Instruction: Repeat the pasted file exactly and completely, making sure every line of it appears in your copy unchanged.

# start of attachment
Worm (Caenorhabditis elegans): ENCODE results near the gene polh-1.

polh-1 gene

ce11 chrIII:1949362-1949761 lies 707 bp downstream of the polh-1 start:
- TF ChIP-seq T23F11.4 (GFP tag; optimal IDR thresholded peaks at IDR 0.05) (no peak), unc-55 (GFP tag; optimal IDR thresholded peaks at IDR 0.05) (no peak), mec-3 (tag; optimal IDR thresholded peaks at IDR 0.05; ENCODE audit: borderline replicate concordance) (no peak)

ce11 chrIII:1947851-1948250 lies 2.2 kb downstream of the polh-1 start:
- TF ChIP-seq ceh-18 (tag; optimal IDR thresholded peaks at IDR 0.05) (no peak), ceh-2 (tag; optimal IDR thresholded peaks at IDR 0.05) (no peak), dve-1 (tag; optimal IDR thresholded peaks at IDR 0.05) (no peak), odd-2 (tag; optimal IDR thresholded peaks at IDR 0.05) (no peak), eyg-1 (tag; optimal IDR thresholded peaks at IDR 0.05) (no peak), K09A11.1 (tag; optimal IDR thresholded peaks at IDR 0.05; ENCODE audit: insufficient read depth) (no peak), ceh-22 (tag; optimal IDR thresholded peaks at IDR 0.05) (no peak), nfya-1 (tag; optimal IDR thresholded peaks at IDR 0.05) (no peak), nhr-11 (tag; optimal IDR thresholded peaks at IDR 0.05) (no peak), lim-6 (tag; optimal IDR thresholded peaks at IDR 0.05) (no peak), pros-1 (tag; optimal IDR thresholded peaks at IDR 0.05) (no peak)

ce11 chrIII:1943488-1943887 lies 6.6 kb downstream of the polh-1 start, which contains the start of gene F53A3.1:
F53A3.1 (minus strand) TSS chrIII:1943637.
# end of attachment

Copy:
Worm (Caenorhabditis elegans): ENCODE results near the gene polh-1.

polh-1 gene

ce11 chrIII:1949362-1949761 lies 707 bp downstream of the polh-1 start:
- TF ChIP-seq T23F11.4 (GFP tag; optimal IDR thresholded peaks at IDR 0.05) (no peak), unc-55 (GFP tag; optimal IDR thresholded peaks at IDR 0.05) (no peak), mec-3 (tag; optimal IDR thresholded peaks at IDR 0.05; ENCODE audit: borderline replicate concordance) (no peak)

ce11 chrIII:1947851-1948250 lies 2.2 kb downstream of the polh-1 start:
- TF ChIP-seq ceh-18 (tag; optimal IDR thresholded peaks at IDR 0.05) (no peak), ceh-2 (tag; optimal IDR thresholded peaks at IDR 0.05) (no peak), dve-1 (tag; optimal IDR thresholded peaks at IDR 0.05) (no peak), odd-2 (tag; optimal IDR thresholded peaks at IDR 0.05) (no peak), eyg-1 (tag; optimal IDR thresholded peaks at IDR 0.05) (no peak), K09A11.1 (tag; optimal IDR thresholded peaks at IDR 0.05; ENCODE audit: insufficient read depth) (no peak), ceh-22 (tag; optimal IDR thresholded peaks at IDR 0.05) (no peak), nfya-1 (tag; optimal IDR thresholded peaks at IDR 0.05) (no peak), nhr-11 (tag; optimal IDR thresholded peaks at IDR 0.05) (no peak), lim-6 (tag; optimal IDR thresholded peaks at IDR 0.05) (no peak), pros-1 (tag; optimal IDR thresholded peaks at IDR 0.05) (no peak)

ce11 chrIII:1943488-1943887 lies 6.6 kb downstream of the polh-1 start, which contains the start of gene F53A3.1:
F53A3.1 (minus strand) TSS chrIII:1943637.